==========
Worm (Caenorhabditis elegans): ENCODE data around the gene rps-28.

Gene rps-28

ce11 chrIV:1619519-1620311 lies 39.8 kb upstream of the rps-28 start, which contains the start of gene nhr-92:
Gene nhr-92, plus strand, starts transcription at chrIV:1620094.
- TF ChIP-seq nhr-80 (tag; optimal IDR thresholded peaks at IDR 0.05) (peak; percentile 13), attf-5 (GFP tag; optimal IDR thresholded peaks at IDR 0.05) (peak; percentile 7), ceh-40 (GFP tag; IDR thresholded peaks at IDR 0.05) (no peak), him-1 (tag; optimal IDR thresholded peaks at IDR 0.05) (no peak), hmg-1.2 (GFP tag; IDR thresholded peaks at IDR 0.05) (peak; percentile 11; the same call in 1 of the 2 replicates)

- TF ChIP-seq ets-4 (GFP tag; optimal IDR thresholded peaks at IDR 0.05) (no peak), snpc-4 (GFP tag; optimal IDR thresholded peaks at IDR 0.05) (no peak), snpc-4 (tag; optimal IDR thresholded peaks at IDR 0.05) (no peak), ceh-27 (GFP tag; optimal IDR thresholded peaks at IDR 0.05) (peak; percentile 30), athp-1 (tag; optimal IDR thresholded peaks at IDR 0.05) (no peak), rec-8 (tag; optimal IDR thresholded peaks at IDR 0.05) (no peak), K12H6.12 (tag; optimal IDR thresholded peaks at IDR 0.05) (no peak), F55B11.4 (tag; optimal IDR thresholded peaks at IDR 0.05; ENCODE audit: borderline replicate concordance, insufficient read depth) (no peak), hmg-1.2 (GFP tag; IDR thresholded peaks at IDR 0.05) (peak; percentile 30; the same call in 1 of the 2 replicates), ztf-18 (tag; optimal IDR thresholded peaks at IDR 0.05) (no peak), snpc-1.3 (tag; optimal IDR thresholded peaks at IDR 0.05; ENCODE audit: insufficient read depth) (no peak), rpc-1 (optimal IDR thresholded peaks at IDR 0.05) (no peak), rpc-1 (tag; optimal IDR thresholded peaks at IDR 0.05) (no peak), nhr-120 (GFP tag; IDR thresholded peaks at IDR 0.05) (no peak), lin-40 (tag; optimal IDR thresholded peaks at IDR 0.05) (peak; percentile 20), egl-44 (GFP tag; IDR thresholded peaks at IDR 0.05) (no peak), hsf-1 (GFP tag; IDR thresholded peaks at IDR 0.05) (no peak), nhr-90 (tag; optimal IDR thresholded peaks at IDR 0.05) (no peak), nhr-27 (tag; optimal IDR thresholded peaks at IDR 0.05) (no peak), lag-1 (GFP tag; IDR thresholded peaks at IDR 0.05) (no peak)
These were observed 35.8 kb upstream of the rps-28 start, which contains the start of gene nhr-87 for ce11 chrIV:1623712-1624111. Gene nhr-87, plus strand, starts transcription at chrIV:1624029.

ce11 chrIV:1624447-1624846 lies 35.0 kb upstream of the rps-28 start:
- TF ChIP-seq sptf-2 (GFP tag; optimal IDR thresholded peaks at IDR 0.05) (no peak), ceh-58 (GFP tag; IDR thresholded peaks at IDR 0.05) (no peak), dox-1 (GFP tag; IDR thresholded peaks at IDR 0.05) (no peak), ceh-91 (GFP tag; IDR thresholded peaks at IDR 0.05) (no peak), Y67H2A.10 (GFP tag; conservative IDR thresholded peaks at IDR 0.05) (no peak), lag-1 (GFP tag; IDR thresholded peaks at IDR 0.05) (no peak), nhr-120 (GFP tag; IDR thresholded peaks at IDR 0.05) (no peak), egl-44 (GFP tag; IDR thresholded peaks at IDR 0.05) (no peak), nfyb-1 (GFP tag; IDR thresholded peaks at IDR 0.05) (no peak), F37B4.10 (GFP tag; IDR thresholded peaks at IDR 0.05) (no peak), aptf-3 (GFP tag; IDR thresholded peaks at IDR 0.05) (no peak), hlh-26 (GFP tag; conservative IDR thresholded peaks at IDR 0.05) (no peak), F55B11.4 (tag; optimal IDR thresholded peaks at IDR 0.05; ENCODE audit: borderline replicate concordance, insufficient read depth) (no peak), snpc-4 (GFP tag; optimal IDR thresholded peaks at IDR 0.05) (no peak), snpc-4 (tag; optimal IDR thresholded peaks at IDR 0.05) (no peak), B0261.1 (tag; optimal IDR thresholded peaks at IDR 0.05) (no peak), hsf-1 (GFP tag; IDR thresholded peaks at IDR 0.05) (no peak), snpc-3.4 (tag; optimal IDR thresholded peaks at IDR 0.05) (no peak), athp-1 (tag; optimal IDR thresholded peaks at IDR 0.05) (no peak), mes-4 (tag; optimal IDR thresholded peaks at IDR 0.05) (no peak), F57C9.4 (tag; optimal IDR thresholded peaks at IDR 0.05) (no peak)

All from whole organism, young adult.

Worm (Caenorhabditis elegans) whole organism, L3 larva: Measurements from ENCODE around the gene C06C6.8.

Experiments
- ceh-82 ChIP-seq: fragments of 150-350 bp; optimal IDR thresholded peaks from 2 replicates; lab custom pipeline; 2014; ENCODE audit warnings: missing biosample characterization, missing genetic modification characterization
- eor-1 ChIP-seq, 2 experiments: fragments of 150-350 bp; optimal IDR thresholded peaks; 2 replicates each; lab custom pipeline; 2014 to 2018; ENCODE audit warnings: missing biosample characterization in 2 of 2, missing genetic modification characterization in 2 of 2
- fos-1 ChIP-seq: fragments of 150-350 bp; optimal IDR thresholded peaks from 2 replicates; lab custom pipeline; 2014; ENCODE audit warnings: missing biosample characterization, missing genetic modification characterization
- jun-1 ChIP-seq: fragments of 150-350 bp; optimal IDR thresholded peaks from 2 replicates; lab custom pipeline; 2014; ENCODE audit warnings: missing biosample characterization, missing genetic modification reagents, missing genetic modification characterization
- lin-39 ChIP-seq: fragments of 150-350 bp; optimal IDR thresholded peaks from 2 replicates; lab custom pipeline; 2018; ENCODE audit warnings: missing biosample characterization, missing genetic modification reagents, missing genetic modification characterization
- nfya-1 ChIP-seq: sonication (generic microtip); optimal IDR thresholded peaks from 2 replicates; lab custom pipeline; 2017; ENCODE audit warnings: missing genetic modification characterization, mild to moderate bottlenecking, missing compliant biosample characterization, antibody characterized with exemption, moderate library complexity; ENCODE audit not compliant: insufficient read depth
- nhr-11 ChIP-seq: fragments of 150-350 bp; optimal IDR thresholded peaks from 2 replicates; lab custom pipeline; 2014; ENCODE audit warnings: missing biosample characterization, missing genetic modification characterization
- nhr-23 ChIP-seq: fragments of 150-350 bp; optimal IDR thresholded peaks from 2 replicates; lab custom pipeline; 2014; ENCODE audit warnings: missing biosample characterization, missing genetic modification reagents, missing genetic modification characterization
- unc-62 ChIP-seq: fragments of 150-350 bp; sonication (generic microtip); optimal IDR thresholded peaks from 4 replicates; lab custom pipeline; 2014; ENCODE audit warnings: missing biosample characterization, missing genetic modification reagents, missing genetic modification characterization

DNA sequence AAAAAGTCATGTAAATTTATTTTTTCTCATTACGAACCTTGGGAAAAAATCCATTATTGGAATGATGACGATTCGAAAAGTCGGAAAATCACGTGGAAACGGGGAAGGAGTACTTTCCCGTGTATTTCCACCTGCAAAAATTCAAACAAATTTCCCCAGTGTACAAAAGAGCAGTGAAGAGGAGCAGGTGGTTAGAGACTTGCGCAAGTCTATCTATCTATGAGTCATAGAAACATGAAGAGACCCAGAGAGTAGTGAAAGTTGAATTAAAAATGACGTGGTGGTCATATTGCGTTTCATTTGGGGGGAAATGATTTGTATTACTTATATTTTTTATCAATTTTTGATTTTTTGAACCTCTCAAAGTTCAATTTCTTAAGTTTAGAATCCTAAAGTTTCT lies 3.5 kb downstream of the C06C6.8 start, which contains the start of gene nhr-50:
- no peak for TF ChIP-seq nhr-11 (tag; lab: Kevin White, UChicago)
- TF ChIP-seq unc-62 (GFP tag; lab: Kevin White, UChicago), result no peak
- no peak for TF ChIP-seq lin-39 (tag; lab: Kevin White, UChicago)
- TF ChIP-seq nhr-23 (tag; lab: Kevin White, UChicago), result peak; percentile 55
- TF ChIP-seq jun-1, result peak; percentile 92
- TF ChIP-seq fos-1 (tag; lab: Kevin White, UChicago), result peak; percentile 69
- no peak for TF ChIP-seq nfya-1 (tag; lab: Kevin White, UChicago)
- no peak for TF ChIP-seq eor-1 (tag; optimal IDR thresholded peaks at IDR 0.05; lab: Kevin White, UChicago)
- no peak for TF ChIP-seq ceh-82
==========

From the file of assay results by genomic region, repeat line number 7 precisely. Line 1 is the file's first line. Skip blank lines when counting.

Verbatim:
These were observed 35.8 kb upstream of the rps-28 start, which contains the start of gene nhr-87 for ce11 chrIV:1623712-1624111. Gene nhr-87, plus strand, starts transcription at chrIV:1624029.